Firearms - Injury Statistics and Incidence Rates

The following statistics were are the latest available from the National SAFE KIDS Campaign:

Injury and death rates:

  • The number of unintentional deaths from firearms declined 80 percent from 1997 to 2002.
  • In 2005, 75 children ages 14 and under died from unintentional firearm-related injuries; more than half of those children were between the ages of 10 and 14.
  • Non-powder gun-related injuries (for example, BB guns or pellet guns) sent nearly 7,000 children to hospital emergency rooms for treatment in 2005.

Where and when:

  • Most unintentional firearm-related deaths among children occur in or around the home; 50 percent at the home of the victim, and 40 percent at the home of a friend or relative.
  • The presence of a firearm in the home increases the risk of unintentional firearm-related death among children (especially if the firearm is loaded and kept unlocked).
  • Most unintentional firearm-related child deaths involve guns that were loaded and accessible, and occur when children play with the gun.
  • More than one-half of firearm owners keep their firearms loaded and ready for use some of the time.
  • Most unintentional shootings among children occur in the late afternoon, on the weekend, during summer months, and during the holiday season, when children are most likely to be unsupervised.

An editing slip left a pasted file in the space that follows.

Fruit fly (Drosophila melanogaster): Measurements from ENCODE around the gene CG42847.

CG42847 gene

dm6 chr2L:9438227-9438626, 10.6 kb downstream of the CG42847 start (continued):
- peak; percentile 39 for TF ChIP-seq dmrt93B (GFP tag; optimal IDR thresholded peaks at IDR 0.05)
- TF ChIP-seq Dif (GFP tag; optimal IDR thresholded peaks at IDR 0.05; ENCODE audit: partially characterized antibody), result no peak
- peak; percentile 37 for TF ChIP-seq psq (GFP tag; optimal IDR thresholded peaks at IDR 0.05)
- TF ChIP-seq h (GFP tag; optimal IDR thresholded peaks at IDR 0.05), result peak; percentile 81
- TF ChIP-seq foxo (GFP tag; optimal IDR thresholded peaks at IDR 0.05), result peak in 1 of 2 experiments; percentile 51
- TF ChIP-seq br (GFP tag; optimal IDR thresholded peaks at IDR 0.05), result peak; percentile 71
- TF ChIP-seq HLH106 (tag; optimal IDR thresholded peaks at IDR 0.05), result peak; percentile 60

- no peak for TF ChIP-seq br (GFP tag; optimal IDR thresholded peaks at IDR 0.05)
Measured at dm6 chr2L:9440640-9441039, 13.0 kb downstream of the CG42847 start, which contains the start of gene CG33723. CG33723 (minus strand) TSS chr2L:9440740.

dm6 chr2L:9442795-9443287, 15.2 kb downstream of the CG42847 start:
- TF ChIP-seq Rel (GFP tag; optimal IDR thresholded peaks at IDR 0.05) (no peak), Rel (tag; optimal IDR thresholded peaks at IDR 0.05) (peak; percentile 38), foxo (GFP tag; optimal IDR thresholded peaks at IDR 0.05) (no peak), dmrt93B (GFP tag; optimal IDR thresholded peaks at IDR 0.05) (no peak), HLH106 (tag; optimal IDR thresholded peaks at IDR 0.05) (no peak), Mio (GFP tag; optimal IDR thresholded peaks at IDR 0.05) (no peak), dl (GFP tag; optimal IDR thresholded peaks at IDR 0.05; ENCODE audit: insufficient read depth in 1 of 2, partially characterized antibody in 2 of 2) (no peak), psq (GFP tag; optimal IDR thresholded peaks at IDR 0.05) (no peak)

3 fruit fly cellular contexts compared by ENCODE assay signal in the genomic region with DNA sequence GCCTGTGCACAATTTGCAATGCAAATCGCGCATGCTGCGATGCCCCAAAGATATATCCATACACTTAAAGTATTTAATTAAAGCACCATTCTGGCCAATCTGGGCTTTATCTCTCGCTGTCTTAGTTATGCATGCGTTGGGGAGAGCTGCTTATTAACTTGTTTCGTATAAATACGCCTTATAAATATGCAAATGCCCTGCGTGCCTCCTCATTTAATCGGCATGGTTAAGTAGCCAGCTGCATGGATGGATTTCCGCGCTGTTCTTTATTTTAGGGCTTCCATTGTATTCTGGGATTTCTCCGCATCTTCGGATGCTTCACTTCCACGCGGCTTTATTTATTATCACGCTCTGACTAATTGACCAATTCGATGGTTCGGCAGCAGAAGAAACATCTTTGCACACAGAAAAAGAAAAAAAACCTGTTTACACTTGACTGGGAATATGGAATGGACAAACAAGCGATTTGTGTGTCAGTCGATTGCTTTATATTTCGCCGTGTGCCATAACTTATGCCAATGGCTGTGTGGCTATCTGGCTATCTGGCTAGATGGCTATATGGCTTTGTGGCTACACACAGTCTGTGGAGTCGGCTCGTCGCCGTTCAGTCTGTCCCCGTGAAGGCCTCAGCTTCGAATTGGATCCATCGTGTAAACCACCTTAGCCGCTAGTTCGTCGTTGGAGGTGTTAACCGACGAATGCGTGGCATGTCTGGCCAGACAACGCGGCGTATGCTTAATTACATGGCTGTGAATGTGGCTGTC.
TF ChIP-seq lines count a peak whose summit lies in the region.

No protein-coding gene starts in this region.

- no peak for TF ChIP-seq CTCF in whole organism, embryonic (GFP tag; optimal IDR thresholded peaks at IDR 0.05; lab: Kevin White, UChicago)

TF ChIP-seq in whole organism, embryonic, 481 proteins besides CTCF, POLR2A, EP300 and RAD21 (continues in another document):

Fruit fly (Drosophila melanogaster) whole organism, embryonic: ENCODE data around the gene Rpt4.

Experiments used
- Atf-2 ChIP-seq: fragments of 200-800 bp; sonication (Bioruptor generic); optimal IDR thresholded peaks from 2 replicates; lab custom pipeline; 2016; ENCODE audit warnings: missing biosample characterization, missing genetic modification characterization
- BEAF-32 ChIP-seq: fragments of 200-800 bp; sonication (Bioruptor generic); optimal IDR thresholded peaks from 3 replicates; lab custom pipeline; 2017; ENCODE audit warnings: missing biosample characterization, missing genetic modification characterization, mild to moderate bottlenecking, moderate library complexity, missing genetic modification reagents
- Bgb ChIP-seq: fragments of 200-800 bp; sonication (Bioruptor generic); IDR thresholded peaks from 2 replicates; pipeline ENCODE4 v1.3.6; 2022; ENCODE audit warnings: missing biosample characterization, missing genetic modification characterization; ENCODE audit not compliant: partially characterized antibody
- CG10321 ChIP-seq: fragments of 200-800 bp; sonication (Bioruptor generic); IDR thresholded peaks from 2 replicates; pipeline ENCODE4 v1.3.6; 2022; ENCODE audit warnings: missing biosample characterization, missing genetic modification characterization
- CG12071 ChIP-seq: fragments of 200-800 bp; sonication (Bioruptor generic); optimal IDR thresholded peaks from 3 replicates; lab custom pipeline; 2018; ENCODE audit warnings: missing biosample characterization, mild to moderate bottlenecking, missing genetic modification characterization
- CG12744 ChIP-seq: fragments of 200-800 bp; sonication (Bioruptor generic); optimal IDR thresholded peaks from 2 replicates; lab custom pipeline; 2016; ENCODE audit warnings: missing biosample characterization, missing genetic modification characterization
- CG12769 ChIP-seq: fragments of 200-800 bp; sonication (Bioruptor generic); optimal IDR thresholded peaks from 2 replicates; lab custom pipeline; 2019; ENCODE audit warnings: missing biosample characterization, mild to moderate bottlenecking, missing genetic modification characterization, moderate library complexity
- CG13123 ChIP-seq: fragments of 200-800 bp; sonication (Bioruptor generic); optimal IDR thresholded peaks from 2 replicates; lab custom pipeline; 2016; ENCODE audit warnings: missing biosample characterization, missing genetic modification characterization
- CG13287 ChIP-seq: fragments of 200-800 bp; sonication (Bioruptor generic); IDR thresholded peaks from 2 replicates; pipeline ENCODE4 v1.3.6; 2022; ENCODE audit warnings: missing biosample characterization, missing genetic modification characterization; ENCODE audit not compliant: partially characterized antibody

• Rural areas have higher incidences of unintentional firearm-related injuries, as well as higher rates of firearm ownership.

Who:

  • Approximately 3.3 million children in the US live in households with firearms that are, at times, kept loaded and unlocked.
  • Boys are more likely to suffer unintentional firearm-injuries or die from an unintentional shooting than girls. Nearly 80 percent of children ages 14 and under who die from unintentional shootings are boys.
  • As many as 75 percent to 80 percent of first and second graders know where their parents' gun is kept.
  • Some 3-year-olds are strong enough to pull the trigger of many handguns.

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